- The Inox models (from the French "inoxidable" meaning non-oxidizing) feature the following parts made in stainless steel: the barrel, the slide (including the extractor, the safety and the right-side manual safety lever), the trigger (and trigger pin), and slide stop lever.
- 60-gram (2.1 oz) heavier slide and 1 millimetre (0.039 in) wider to improve control when firing multiple shots in quick succession. It also includes removable front and rear sights.
- Elite I
- Pistols with this option include the heavier Brigadier bruniton slide with front serrations and Elite designation, Inox finish (silver) stainless barrel, thin skeletonized hammer, and bevel of the magazine well. A flat hammer spring cap was standard as well as the decock only (G-Model) feature and dovetailed front sight. It was introduced in 1999 and replaced by the Elite II option in 2001.
- Elite IA
- This option is essentially a black Vertec with a bruniton Brigadier G slide having the Elite 1A designation and a thicker skeleton hammer. The 4.7 in (120 mm) stainless barrel with Inox finish was also changed to the blackened stainless version like black Vertecs.
- Elite II
- This option replaced the Elite I option in 2001 and includes the same features as the original Elite plus removable Novak type sights, extended magazine release catch, checkered front/rear grip strap, thicker (than Elite I) skeletonized hammer, and lighter D-spring. This option is available only with the stainless G-Model slide, also with front serrations. The stainless barrel for the Elite II has a target crown.
- Stainless barrel and slide (frame anodized to match color). Can have either black or stainless controls.
- Compact L
- Shorter barrel, slide, and more compact frame (13-round magazine capacity).
- Compact Type M
- Similar to the Compact L, but has a slimmer grip that accepts only a single stacked 8-round magazine.
- Shorter barrel and slide (like "Compact"), but with standard-sized frame that has a slightly shorter dust cover.
- Single action only. It is designed for sport shooting and includes a front barrel bushing for improved accuracy.
- Heavier Brigadier slide. It is also designed for sport shooting and includes a front barrel bushing for improved accuracy.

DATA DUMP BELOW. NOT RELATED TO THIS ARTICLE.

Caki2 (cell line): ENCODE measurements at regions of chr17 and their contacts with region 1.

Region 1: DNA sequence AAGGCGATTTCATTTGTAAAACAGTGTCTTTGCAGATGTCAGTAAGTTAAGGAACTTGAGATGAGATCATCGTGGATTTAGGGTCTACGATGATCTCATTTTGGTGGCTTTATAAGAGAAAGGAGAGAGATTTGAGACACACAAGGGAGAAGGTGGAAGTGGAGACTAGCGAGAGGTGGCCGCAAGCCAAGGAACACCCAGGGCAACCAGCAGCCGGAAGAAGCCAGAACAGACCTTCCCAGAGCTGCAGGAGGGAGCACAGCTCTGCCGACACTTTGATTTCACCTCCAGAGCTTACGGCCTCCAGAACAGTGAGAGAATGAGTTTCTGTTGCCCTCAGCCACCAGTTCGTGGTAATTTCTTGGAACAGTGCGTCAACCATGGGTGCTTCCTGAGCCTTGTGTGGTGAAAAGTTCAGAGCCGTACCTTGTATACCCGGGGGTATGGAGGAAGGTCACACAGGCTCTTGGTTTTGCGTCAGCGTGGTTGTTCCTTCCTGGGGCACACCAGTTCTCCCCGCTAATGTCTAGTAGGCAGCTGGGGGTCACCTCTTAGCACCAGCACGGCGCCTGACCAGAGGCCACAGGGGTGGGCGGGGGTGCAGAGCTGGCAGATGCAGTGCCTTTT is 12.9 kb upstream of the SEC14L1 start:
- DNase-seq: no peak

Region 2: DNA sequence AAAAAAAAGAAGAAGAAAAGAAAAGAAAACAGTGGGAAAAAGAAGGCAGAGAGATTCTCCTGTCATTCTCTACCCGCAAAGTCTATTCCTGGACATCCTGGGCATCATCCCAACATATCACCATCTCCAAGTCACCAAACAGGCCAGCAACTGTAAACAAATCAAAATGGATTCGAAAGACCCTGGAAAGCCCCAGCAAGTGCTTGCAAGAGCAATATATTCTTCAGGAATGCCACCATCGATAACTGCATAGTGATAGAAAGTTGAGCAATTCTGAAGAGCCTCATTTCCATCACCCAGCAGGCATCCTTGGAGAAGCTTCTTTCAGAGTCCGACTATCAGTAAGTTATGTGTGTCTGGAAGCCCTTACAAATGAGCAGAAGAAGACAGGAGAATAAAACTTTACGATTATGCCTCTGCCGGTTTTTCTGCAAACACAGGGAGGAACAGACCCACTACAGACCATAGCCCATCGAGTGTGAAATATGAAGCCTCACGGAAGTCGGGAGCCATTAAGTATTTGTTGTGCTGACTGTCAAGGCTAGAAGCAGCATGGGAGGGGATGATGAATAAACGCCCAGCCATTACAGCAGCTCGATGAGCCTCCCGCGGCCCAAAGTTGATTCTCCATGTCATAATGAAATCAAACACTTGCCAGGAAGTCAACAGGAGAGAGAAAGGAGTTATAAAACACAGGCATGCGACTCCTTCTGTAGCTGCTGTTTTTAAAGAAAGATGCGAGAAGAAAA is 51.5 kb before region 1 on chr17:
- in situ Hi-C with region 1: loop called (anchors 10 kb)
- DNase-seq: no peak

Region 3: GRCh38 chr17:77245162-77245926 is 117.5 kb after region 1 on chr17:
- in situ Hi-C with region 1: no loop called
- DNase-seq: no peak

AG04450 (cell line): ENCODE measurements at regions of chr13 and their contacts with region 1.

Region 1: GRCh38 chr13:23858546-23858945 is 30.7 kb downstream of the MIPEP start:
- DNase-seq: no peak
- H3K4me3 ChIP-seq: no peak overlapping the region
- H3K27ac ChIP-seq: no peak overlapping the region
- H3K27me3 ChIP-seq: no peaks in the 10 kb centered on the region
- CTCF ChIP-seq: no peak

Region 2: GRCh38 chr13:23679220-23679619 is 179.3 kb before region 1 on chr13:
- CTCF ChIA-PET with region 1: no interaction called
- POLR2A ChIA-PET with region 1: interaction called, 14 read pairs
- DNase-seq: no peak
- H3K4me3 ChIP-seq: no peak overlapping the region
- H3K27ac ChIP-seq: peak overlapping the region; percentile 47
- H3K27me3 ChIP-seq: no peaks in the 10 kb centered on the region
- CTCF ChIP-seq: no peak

- Heavier Brigadier slide, single-action only and also designed for sport shooting, including a front barrel bushing for improved accuracy. It also came with an additional longer barrel that was weighted.
- (2001 only)
- A limited-edition (2000 copies) commemorative (of the year 2000) model manufactured in 2001, featuring the heavier Brigadier slide. Only 1000 Billennium pistols were initially imported into the United States, the other 1000 were sold throughout the rest of the world. The Billennium also has a frame mounted safety.
- Steel I
- Nickel-plated carbon steel, single-action-only, collector's model. [Edit: Both single-action-only and single/double-action variants exist. Also used and desirable for competitive shooting because of its steel frame (for added weight and strength), the frame-mounted safety and/or Vertec-style grip-frame that are all found to be desirable features in a competition gun.]
To keep in line with the introduction of laws in some locations restricting magazines that hold more than 10 rounds, Beretta now manufactures magazines that hold fewer than the factory standard 15 rounds. These magazines have heavier crimping (deeper indentations in the side) to reduce the available space while still keeping the same external dimensions and ensuring that these magazines can be used on existing firearms.
Italian magazine manufacturer Mec-Gar now produces magazines in blue and nickel finishes with a 18 round capacity, which fit flush in the magazine well on the 92 series. Mec-Gar also produces an extended 20 round blued magazine that protrudes below the frame by 3⁄4 inch (19 mm). These magazines provide users in unrestricted states with an even higher capacity.
93R Machine pistol
The Beretta 93R is a significantly redesigned 92 to provide the option of firing in three-round bursts. It also has a longer ported barrel, heavier slide, fitting for a shoulder stock, extra forward grip, and an extended magazine. Unlike other Berettas in the 90 series it is single-action only, does not have a decocker, and very few are around today.
The Beretta 92 was designed for sports and law enforcement use and, due to its reliability, was accepted by military users in South America and other countries all over the world.